Friday, February 1, 2013

a church for outcasts


I write this with a heavy awareness of what is happening in the world.  You do not have to listen very closely to hear the rhetoric of hate, anger and division that plagues our world, our nation, and our churches.

Fiercely we see people debate homosexual marriage, and immigration.  We see passion burning so hotly that it consumes us and those around us.  In the midst of all the politics, and all the arguments, and all the assumptions we have forgotten to listen to our Heavenly Father.

Perhaps we have been so focused on morality, or holiness, or tradition that we have forgotten the gospel...the good news.  Too often what we argue does not sound like good news.  I think we are so eager to make political stands, we forget to see that we are not standing on the rock.

These two issues homosexual marriage and immigration are very divisive yet very important for the church today.  How we speak about these and how we deal with them is extremely important to Christ.  But before we even begin to think and speak about such things we must remember the message of the gospel, the good news.

We need to remember Jesus began his preaching ministry in Matthew with the Sermon on the Mount.  Jesus says:

Blessed are the poor in spirit for there's is the kingdom of heaven

Blessed are those who mourn for they will be comforted

Blessed are the meek for they will inherit the earth (Matthew 5:3-5)

Jesus blesses those whom we would not otherwise see as blessed.  If Jesus preached that sermon today, who would he mention as those who are blessed?  Certainly we could mention the poor, the sad, and the weak.  But who fit in this category?  Jesus' list in Matthew 5 is not exhaustive; there are many more we could add such as:

Blessed are the immigrants for they will be given a home

Blessed are the homosexual for the Father will pour his love on them

Blessed are the tattooed for God will put his mark on them

Blessed are the drunk, high, and strung out, for God will inject them with the Spirit

Blessed are the mentally ill, for God will be mindful of them

Blessed are the single parents, for God will be their partner

Blessed are the children with no mothers or fathers, for God is their heavenly Father.

We could add so many to this list.  These are people who are hurt, ostracized, and often seen outside of God's favor.  Oftentimes we keep them at arm's length.

Remember the ministry of Jesus.  Remember who he healed, whom he touched, whom he ate with, spoke with, did ministry with.  Remember whom Jesus welcomed and who he blessed.  Instead of worrying too much about political solutions we should focus on Christ solutions.  Our arms are not made to push people away, but to bring people in. 

Look around today, who can we bless, who is Christ blessing today?

1 comment:

  1. Your modern take on the Beatitudes reminds me of this Jars of Clay song (particularly 2:40 on):
    http://youtu.be/txqeyisb688

    Oh My God--Jars of Clay
    Words and music by Dan Haseltine, Charlie Lowell, Stephen Mason, Matt Odmark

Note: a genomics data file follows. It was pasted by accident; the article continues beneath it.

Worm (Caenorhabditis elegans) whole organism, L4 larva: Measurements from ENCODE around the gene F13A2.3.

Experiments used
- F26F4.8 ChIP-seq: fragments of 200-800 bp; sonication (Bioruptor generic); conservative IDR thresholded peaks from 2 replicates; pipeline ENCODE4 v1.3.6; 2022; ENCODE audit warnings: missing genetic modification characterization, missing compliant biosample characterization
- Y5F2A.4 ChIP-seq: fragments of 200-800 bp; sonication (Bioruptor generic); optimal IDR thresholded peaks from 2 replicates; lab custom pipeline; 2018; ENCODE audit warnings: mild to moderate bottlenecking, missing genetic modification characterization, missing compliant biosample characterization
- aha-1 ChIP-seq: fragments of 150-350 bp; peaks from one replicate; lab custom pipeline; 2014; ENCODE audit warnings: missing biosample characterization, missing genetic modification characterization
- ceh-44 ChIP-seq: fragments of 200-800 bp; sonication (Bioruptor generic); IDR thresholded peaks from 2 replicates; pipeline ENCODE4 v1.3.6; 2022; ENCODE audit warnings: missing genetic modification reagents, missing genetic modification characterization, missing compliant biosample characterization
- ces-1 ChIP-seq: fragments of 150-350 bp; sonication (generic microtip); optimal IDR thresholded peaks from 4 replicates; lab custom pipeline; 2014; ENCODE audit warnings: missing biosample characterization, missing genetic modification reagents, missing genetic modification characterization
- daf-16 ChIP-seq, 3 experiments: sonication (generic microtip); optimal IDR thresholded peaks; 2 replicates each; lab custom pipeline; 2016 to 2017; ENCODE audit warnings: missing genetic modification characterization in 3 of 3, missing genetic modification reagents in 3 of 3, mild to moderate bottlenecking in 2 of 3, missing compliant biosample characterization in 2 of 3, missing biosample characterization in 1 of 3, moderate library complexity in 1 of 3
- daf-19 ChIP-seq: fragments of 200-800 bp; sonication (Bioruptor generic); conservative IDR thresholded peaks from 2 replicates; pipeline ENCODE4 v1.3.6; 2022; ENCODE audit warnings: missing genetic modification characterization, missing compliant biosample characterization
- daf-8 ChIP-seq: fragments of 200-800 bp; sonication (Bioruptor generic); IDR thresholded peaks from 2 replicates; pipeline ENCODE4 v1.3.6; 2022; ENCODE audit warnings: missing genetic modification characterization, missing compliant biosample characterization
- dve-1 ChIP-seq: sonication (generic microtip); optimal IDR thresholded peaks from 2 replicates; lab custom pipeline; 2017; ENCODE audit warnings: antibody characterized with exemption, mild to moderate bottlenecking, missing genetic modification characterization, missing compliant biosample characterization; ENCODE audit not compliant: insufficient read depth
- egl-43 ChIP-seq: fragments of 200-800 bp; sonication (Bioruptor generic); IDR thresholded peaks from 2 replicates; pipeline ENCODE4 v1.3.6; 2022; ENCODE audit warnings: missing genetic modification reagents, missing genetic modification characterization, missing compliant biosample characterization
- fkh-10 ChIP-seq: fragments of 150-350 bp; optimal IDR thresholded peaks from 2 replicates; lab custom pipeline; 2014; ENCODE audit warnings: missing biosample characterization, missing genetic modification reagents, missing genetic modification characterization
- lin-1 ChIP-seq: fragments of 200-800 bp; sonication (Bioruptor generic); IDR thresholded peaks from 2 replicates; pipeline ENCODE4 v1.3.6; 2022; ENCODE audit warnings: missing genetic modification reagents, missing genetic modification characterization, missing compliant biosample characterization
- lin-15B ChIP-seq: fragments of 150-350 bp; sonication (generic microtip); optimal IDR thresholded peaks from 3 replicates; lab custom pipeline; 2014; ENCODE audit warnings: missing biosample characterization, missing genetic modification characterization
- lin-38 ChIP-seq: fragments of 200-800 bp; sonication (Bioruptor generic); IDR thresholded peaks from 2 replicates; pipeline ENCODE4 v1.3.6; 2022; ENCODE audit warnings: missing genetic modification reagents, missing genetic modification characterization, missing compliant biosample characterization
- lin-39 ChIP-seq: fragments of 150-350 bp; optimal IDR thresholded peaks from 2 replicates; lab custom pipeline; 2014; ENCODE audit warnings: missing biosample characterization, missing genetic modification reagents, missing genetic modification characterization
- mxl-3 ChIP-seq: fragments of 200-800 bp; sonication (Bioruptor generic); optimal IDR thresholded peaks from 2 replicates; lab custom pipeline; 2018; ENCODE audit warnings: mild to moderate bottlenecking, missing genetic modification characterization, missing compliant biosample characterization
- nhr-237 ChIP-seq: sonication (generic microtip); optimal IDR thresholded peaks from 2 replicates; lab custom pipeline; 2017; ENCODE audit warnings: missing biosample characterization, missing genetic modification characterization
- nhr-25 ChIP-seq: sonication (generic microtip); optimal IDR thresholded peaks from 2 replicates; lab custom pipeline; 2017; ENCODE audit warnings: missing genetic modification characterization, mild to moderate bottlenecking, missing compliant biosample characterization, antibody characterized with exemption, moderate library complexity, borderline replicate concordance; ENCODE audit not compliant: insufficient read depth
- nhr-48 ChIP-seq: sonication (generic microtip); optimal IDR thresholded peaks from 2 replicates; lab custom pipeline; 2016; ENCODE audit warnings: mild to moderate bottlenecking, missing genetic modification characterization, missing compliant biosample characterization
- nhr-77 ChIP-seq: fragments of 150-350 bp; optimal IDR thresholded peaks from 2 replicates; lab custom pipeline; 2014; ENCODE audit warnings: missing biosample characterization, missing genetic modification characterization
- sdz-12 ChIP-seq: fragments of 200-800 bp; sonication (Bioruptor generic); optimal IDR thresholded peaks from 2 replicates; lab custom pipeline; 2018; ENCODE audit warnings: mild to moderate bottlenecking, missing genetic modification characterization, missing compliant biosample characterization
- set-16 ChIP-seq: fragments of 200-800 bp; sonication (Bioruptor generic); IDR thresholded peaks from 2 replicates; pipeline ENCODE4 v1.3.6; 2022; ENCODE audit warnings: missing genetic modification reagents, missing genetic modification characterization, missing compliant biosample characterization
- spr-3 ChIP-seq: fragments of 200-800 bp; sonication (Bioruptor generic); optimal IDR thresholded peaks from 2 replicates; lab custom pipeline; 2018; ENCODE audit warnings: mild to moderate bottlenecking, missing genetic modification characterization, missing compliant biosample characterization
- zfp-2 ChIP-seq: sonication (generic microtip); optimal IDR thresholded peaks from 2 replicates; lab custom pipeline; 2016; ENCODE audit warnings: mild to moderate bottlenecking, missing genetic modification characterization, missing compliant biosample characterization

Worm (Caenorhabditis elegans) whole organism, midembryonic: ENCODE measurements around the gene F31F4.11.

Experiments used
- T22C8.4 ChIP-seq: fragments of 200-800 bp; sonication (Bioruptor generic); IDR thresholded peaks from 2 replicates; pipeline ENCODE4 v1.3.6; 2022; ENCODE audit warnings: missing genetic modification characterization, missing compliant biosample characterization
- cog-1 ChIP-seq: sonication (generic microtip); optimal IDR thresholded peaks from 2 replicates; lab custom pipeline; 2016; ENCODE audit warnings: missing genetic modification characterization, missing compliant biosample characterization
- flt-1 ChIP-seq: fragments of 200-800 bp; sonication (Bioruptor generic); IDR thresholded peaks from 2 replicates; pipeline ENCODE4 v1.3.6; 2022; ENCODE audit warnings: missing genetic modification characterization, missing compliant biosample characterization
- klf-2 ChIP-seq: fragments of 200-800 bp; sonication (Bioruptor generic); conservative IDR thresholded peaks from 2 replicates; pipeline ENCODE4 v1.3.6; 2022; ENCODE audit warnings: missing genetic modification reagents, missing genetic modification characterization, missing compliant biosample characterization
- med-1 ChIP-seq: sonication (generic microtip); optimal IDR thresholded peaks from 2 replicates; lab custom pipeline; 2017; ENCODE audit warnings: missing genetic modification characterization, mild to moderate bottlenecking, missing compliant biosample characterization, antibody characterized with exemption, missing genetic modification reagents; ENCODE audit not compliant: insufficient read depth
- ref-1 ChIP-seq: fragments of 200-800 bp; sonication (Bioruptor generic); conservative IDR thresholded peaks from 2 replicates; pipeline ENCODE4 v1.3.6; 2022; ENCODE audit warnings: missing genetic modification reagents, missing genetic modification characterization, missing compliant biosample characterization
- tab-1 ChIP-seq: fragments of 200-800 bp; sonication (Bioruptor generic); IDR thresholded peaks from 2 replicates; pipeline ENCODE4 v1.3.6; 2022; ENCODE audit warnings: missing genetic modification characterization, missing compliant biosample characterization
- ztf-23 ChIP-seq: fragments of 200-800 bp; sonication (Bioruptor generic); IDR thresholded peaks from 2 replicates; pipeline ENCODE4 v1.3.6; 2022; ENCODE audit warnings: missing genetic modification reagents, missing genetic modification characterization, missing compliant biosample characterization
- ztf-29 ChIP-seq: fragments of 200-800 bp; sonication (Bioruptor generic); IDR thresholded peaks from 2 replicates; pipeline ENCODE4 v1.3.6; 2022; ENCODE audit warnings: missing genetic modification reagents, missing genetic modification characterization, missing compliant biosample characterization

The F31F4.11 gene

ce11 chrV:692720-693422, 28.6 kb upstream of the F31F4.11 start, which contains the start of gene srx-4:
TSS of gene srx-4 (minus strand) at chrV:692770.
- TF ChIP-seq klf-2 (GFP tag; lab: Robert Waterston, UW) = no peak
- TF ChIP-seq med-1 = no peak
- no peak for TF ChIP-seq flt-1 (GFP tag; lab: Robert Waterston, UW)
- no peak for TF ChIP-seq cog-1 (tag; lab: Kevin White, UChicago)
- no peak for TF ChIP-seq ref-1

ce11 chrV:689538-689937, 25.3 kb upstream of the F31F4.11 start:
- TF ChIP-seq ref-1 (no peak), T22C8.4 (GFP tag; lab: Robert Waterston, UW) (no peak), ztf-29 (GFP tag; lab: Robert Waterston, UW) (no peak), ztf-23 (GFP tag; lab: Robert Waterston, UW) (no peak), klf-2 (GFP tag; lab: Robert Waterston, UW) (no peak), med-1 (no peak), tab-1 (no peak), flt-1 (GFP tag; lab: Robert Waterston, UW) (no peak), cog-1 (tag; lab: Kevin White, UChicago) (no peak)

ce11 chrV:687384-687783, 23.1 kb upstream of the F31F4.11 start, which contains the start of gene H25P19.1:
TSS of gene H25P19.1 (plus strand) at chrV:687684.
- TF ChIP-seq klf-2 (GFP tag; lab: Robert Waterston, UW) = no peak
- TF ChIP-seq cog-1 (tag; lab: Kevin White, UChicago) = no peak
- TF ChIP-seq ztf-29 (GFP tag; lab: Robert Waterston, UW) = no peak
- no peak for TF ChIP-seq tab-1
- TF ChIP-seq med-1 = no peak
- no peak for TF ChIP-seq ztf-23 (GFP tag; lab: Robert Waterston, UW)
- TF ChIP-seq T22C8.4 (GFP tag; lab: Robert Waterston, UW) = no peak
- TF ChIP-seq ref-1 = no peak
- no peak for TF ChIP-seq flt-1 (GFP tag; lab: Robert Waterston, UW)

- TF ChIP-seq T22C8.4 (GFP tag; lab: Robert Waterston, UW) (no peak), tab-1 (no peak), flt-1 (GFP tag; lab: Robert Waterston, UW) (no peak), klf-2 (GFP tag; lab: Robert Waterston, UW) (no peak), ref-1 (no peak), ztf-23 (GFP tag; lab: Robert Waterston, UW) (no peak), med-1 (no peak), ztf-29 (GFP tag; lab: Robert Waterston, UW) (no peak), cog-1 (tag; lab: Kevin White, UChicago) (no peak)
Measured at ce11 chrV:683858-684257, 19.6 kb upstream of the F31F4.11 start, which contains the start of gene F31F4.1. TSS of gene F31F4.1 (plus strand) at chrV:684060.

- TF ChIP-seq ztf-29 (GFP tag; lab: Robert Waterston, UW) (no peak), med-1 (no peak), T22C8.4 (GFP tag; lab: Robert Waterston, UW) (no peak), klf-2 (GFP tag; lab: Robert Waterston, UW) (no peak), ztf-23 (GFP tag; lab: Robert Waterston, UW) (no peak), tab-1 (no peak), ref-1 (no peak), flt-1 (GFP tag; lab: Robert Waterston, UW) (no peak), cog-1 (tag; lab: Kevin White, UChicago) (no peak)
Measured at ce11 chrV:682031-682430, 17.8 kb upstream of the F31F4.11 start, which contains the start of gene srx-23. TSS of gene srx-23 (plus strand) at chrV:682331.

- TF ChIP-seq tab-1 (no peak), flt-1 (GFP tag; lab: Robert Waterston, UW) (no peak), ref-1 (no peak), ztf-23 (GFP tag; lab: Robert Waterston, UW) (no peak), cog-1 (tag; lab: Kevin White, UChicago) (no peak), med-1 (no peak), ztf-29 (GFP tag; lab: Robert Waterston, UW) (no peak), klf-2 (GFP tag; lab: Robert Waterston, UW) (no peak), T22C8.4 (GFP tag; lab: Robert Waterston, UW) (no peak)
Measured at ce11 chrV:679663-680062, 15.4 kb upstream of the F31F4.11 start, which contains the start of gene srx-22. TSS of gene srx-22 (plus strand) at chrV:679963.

Oh my God, look around this place
    Your fingers reach around the bone
    You set the break and set the tone
    Flights of grace, and future falls
    In present pain
    All fools say, "Oh my God"

    Oh my God, Why are we so afraid?
    We make it worse when we don't bleed
    There is no cure for our disease
    Turn a phrase, and rise again
    Or fake your death and only tell your closest friend
    Oh my God.

    Oh my God, can I complain?
    You take away my firm belief and graft my soul upon your grief
    Weddings, boats and alibis
    All drift away, and a mother cries

    Liars and fools; sons and failures
    Thieves will always say
    Lost and found; ailing wanderers
    Healers always say
    Whores and angels; men with problems
    Leavers always say
    Broken hearted; separated
    Orphans always say
    War creators; racial haters
    Preachers always say
    Distant fathers; fallen warriors
    Givers always say
    Pilgrim saints; lonely widows
    Users always say
    Fearful mothers; watchful doubters
    Saviors always say

    Sometimes I cannot forgive
    And these days, mercy cuts so deep
    If the world was how it should be,
    Maybe I could get some sleep
    While I lay, I dream we're better,
    Scales were gone and faces light
    When we wake, we hate our brother
    We still move to hurt each other
    Sometimes I can close my eyes,
    And all the fear that keeps me silent
    Falls below my heavy breathing,
    What makes me so badly bent?
    We all have a chance to murder
    We all feel the need for wonder
    We still want to be reminded
    That the pain is worth the plunder

    Sometimes when I lose my grip,
    I wonder what to make of heaven
    All the times I thought to reach up
    All the times I had to give in
    Babies underneath their beds
    Hospitals that cannot treat
    All the wounds that money causes
    All the comforts of cathedrals

    All the cries of thirsty children - this is our inheritance
    All the rage of watching mothers - this is our greatest offense

    Oh my God
    Oh my God

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